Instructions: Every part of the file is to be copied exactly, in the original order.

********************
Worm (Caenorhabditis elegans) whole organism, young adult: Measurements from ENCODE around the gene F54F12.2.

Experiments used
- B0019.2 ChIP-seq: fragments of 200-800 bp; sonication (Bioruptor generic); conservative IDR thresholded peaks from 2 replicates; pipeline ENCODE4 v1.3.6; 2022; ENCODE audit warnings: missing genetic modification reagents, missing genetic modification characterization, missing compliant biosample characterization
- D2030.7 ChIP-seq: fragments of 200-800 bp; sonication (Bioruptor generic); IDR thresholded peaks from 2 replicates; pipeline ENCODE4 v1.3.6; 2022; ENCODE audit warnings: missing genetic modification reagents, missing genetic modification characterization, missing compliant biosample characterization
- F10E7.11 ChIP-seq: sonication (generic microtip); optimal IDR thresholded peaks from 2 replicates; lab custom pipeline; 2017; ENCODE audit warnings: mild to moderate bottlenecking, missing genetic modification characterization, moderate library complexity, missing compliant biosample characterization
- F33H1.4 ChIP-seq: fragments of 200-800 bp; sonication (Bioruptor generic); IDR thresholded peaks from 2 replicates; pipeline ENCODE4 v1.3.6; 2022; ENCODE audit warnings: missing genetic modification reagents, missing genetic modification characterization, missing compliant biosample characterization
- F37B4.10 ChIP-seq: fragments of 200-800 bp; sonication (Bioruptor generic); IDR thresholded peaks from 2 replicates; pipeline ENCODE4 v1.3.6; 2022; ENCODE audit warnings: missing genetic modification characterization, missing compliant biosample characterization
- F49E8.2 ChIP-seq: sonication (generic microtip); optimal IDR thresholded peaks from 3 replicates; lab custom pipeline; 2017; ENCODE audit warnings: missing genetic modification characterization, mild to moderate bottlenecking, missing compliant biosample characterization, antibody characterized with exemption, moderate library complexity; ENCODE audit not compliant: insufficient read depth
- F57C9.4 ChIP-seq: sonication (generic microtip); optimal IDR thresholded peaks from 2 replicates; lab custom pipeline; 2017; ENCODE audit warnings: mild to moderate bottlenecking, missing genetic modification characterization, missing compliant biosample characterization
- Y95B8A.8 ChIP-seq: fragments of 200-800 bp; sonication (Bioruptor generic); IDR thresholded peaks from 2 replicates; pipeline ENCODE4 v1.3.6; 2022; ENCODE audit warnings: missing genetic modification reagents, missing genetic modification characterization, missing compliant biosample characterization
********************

Worm (Caenorhabditis elegans) whole organism, young adult: Measurements from ENCODE around the gene F54F12.2.

Experiments used
- B0019.2 ChIP-seq: fragments of 200-800 bp; sonication (Bioruptor generic); conservative IDR thresholded peaks from 2 replicates; pipeline ENCODE4 v1.3.6; 2022; ENCODE audit warnings: missing genetic modification reagents, missing genetic modification characterization, missing compliant biosample characterization
- D2030.7 ChIP-seq: fragments of 200-800 bp; sonication (Bioruptor generic); IDR thresholded peaks from 2 replicates; pipeline ENCODE4 v1.3.6; 2022; ENCODE audit warnings: missing genetic modification reagents, missing genetic modification characterization, missing compliant biosample characterization
- F10E7.11 ChIP-seq: sonication (generic microtip); optimal IDR thresholded peaks from 2 replicates; lab custom pipeline; 2017; ENCODE audit warnings: mild to moderate bottlenecking, missing genetic modification characterization, moderate library complexity, missing compliant biosample characterization
- F33H1.4 ChIP-seq: fragments of 200-800 bp; sonication (Bioruptor generic); IDR thresholded peaks from 2 replicates; pipeline ENCODE4 v1.3.6; 2022; ENCODE audit warnings: missing genetic modification reagents, missing genetic modification characterization, missing compliant biosample characterization
- F37B4.10 ChIP-seq: fragments of 200-800 bp; sonication (Bioruptor generic); IDR thresholded peaks from 2 replicates; pipeline ENCODE4 v1.3.6; 2022; ENCODE audit warnings: missing genetic modification characterization, missing compliant biosample characterization
- F49E8.2 ChIP-seq: sonication (generic microtip); optimal IDR thresholded peaks from 3 replicates; lab custom pipeline; 2017; ENCODE audit warnings: missing genetic modification characterization, mild to moderate bottlenecking, missing compliant biosample characterization, antibody characterized with exemption, moderate library complexity; ENCODE audit not compliant: insufficient read depth
- F57C9.4 ChIP-seq: sonication (generic microtip); optimal IDR thresholded peaks from 2 replicates; lab custom pipeline; 2017; ENCODE audit warnings: mild to moderate bottlenecking, missing genetic modification characterization, missing compliant biosample characterization
- Y95B8A.8 ChIP-seq: fragments of 200-800 bp; sonication (Bioruptor generic); IDR thresholded peaks from 2 replicates; pipeline ENCODE4 v1.3.6; 2022; ENCODE audit warnings: missing genetic modification reagents, missing genetic modification characterization, missing compliant biosample characterization